What are the Statutory Rape Laws in Maryland?
There is no specific crime called statutory rape in Maryland, but there are a variety of laws prohibiting sexual activity or contact with minors under a certain age. Before getting into the details of these laws it is important to understand the difference between rape and all other sexual acts. By definition, rape only involves non-consensual vaginal intercourse. All other illegal acts fall under the four sex offenses categories with first degree being the most serious and fourth degree being the least. The most common crime that is similar to statutory rape is sexual offense in the fourth degree. This law prohibits anyone from having intercourse or engaging in a sexual act with a 14 or 15-year old if the person is more than 4 years older than the victim. In other words, a person 19 (or 18 if their birthday is later) or older cannot have intercourse or engage in an act with a 14-year old, and a 20+ year old (or 19 if their birthday is later) cannot do anything sexual with a 15 year old. Consensual sexual contact only falls under this statute if the defendant was 21+ and in a position of authority (an employee such as a teacher, coach or counselor) at a school where the victim was enrolled. While this is a misdemeanor that only carries a 1-year maximum jail sentence it does carry the possibility of being a sex offender and having to register for 15 years upon conviction. In addition, this charge is often accompanied by a second degree assault charge that has a 10-year maximum jail sentence.
Third degree sexual offense is another common crime that is often incorrectly called statutory rape. For this crime it is helpful to understand the definition of a few important terms associated with these laws. A sexual act can include anal or oral sex, or penetration by another means. Sexual contact on the other hand does not include an act involving penetration. Rather, it includes touching of the intimate areas of either the victim or the defendant. It is a third degree sex offense to engage in sexual contact with a minor under the age of 14 if the person is at least 4 years older than the victim. Juveniles under the age of 18 can also be charged with this offense if the victim is more than 4 years younger. This offense also prohibits a person 21 or older from engaging in a sexual act or vaginal intercourse with a minor that is 14 or 15. The maximum punishment for this crime is 10 years in prison, and the possibility of having to register for 25 years.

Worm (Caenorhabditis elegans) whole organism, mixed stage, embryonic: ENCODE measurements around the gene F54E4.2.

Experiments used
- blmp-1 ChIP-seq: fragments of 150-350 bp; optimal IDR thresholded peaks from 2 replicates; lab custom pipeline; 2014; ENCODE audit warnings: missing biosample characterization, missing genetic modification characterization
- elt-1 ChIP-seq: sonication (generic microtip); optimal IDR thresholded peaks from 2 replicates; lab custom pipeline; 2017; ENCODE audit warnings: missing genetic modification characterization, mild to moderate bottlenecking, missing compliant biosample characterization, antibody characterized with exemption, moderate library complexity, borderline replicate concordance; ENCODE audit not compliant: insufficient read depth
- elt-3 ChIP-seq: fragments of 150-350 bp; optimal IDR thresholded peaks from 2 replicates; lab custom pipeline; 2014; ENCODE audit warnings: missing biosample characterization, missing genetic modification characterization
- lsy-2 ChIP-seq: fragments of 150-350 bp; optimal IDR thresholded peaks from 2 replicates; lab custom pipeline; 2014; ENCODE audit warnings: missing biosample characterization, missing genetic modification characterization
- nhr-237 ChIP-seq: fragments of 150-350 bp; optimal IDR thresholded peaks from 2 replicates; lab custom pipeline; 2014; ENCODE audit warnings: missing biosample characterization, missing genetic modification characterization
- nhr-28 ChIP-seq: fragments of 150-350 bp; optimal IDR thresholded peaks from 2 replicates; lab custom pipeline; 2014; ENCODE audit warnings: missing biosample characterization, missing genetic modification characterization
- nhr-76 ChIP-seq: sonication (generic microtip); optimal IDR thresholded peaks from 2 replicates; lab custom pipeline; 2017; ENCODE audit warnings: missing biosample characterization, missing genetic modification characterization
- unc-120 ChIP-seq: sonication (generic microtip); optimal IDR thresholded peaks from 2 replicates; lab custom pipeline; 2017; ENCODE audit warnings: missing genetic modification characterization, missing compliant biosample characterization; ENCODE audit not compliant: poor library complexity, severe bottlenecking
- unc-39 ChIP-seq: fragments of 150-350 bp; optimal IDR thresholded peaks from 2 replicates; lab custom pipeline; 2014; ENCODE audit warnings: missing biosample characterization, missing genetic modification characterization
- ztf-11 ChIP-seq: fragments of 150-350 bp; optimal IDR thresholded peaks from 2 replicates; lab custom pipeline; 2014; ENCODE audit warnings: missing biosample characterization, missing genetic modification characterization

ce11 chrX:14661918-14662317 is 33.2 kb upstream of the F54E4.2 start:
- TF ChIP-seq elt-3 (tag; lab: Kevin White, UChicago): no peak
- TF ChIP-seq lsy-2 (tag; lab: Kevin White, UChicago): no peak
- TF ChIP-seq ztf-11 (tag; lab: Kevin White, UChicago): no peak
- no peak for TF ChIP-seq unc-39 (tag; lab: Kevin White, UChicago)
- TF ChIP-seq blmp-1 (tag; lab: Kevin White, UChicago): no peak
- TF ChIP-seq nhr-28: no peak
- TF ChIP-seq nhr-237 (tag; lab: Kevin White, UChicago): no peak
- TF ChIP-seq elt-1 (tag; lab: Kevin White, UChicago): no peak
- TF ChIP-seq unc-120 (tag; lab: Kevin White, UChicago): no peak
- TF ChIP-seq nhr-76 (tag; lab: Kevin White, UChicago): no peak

Sexual offense in the second degree prohibits a person 18 or older from engaging in a sexual act with a minor under the age of 13. A violation of this law could result in a maximum punishment of life in prison, and upon conviction a mandatory minimum jail sentence of 15 years without parole. There is also a provision in this offense that prohibits anyone from engaging in a sexual act with a minor under the age of 14 if the person is more than 4 years older than the victim. This provision has a maximum penalty of 20 years, and does not carry a mandatory minimum jail sentence. A conviction of either provision of this statute will result in a lifetime registry requirement. First degree sexual offense is not easily confused with statutory rape because it requires the use of violence or the threat of violence, but as the most serious of the four offenses it carries a possible 25-year mandatory minimum and a maximum sentence of life without parole.